Low-scoring Preds flirting with NHL infamy

Since 1949-50 when the NHL began playing a 70-game season, the lowest-scoring team has been the 1953-54 Chicago Blackhawks, who netted 133 goals or 1.9 per game.

No other team since then has averaged fewer than two goals per game. Entering Monday’s matchup with the Dallas Stars — 19 games into their 48-game schedule — the Nashville Predators are averaging 1.95 goals per game.

To put it in perspective, the Predators have failed to score a goal in regulation almost once every three games. They have been shut out five times already and in a sixth game defeated the San Jose Sharks 1-0 in overtime.

“You can’t really get too low,” said Predators captain Shea Weber after Friday’s loss to the Vancouver Canucks, presumably referring to the team’s emotional state and not its scoring average. “… I think right now we just have to focus on that. At the same time, you have to learn from this game and it’s an old story, but we have to do a little bit better and score a few more goals.”

An old story indeed. The Predators for the most part have always been a defense-first team, but last season – with most of the same players on this roster — they ranked eighth in the NHL in scoring (they are dead last this season), averaging almost a goal per game more at 2.83. They also owned the NHL’s top-ranked power play in 2011-12. This year, the Preds rank 25th in that category.

While the Predators have gotten a decent influx of offense from their blue line, the issue has proved to be their forwards. More than half of their starting regulars are under-producing at dramatic rates. In a number of cases, those forwards are producing at about half the rate of their historical production.

This season, the Predators have collected a grand total of 13 goals in 117 games from six forwards: Martin Erat, Mike Fisher, Sergei Kostitsyn, David Legwand, Patric Hornqvist, Craig Smith and Matt Halischuk. That puts those seven on a pace for 37 goals this season, or .111 per game.

Over the course of their careers, that group has combined for 721 goals in 3,070 games, or .234 goals per game. In this truncated 48-game season, that means the Preds could have expected 79 goals from that group.

A few players in particular stand out for pulling down these averages:

Hornqvist has led the Preds in goals in two of the last three seasons. He missed 10 games with a lower-body injury, which helps to explain his lack of productivity, and has only one goal in nine games. Hornqvist’s struggles not only hurt the offense as a whole, but the power play in particular.

His lack of production is not for lack of trying. In the four games since he returned from injury, Hornqvist has taken 23 shots but failed to net a goal. He entered the season with a 9.7 shooting percentage for his career, meaning he should have scored at least twice.

Halischuk (zero goals; 15 last season) has also dragged the team’s scoring average. In Saturday’s 4-0 loss at Detroit, Halischuk had a breakaway with the Preds down 1-0, but Red Wings goalie Jimmy Howard denied his shot with a left-pad save. That is how things have gone for the Preds this season. Like Halischuk, Craig Smith, who scored 14 goals last season, also is struggling, with only goal while playing in every game.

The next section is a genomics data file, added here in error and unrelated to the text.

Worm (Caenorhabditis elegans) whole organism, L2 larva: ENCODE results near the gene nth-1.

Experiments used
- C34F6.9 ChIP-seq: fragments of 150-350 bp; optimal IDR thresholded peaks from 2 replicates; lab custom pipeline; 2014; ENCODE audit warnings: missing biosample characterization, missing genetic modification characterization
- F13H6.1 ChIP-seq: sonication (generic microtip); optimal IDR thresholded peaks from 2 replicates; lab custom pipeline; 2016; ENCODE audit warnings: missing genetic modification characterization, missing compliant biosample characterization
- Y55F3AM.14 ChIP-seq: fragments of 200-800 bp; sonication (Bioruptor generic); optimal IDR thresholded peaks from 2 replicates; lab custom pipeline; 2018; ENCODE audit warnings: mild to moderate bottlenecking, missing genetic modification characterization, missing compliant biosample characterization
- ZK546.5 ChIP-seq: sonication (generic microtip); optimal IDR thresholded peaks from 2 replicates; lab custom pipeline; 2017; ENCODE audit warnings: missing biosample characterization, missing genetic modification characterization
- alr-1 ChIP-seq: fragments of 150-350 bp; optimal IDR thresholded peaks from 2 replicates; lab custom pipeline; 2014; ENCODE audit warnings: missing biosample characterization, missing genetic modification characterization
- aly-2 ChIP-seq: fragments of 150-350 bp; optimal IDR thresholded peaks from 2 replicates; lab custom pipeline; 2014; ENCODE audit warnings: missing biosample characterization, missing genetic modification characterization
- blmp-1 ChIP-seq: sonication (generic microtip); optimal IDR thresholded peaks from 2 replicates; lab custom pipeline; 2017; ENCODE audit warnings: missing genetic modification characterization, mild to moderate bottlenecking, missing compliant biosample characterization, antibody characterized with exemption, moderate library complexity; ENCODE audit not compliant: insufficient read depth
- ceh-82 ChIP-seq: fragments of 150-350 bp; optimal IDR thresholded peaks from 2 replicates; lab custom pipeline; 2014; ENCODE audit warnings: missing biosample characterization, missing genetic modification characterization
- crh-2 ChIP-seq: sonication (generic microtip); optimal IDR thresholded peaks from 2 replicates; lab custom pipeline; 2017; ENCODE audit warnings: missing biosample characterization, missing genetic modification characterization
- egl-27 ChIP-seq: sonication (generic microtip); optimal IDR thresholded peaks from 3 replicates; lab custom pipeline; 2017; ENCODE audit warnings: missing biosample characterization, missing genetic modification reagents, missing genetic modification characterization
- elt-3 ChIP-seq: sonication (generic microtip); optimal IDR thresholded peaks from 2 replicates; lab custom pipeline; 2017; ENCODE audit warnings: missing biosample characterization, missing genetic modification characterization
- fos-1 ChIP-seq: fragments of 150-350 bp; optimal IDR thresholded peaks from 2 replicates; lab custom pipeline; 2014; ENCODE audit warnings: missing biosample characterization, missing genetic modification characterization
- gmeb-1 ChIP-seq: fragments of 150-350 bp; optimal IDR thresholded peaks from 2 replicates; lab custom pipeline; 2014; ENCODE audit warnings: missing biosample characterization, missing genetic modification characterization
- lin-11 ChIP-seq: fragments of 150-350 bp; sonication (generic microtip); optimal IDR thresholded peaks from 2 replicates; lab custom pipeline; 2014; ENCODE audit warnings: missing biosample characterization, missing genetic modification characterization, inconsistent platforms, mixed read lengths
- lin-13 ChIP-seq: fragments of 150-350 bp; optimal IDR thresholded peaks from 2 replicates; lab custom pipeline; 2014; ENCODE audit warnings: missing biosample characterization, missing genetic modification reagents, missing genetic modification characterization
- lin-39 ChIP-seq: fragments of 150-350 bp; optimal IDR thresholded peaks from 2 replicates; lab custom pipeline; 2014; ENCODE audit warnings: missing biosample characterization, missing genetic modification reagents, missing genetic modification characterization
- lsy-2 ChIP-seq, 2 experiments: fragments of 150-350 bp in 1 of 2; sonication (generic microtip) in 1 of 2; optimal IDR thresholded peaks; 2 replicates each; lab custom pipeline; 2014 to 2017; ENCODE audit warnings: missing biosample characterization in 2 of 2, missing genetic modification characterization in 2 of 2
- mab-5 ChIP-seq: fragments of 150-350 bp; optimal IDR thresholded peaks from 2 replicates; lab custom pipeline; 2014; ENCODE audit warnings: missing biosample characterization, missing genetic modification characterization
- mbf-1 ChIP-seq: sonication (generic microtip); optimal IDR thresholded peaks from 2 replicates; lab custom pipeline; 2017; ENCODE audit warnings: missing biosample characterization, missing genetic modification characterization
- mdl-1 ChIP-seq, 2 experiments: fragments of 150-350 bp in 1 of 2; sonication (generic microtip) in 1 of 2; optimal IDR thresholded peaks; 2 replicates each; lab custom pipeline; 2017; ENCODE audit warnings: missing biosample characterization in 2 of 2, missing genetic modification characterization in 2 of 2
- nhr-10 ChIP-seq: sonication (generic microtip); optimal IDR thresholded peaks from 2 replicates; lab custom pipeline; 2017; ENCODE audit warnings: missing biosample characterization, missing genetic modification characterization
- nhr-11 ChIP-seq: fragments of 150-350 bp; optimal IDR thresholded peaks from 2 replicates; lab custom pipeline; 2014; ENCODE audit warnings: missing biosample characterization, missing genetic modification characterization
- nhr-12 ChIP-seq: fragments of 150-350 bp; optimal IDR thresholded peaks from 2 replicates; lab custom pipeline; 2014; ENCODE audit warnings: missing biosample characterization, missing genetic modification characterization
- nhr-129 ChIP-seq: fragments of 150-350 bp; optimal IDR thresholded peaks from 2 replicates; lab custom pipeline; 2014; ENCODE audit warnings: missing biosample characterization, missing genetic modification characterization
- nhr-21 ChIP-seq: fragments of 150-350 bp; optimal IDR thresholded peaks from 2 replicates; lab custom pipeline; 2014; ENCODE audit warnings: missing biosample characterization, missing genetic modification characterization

Last season, the team’s top line was Erat, Fisher and Kostitsyn. Together, they have eight goals. Erat, with 159 career goals in 10 seasons entering this one, goes into Monday without a goal in 10 games. So it’s a collective effort.

At least the Predators don’t have to worry about scoring the fewest goals in league history. That bit of infamy goes to the 1928-29 Blackhawks, who scored 33 in 44 games. They are followed by the ’24-’25 Montreal Maroons (45 in 30 games) and the ’28-’29 Pittsburgh Pirates (44 in 46 games). But those totals came before the league overhauled its rules for the 1929-30 season to allow forward passing inside all three zones (except for the two-line pass).

Here’s the confounding thing: The Predators have demonstrated the ability to score in a big way, at times, this season. They scored nine goals in the two games prior to going their current 120 minutes without a tally. In an earlier two-game stretch, they also scored nine in two games – more than enough to win the way they play defense, as they entered Monday third in the league in goals against per game.

Of their six regulation losses, five have come by shutout, so when they score, they have recorded a point in their 13 other games. The positive, if there is any to be drawn from it, is that Nashville began the day tied with Detroit for fifth in the Western Conference, only two points behind Central Division foe St. Louis for fourth.

The Preds have hit other skids like this earlier this season. They have two separate three-game stretches in which they totaled two goals (Jan. 24 to 28 and Feb. 9 to 12). When that has happened, coach Barry Trotz has praised the value of going to the net and scoring dirty goals.

“They don’t put the chances up on the board,” Trotz told reporters in Nashville on Monday following the team’s morning skates. “They put the goals up there. Have to capitalize.”

They do have to capitalize. Otherwise, history awaits.